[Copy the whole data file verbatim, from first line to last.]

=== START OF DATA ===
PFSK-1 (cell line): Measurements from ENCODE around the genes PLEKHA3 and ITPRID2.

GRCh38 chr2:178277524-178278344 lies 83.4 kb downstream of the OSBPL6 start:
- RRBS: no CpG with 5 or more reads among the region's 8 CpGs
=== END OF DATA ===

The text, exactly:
PFSK-1 (cell line): Measurements from ENCODE around the genes PLEKHA3 and ITPRID2.

GRCh38 chr2:178277524-178278344 lies 83.4 kb downstream of the OSBPL6 start:
- RRBS: no CpG with 5 or more reads among the region's 8 CpGs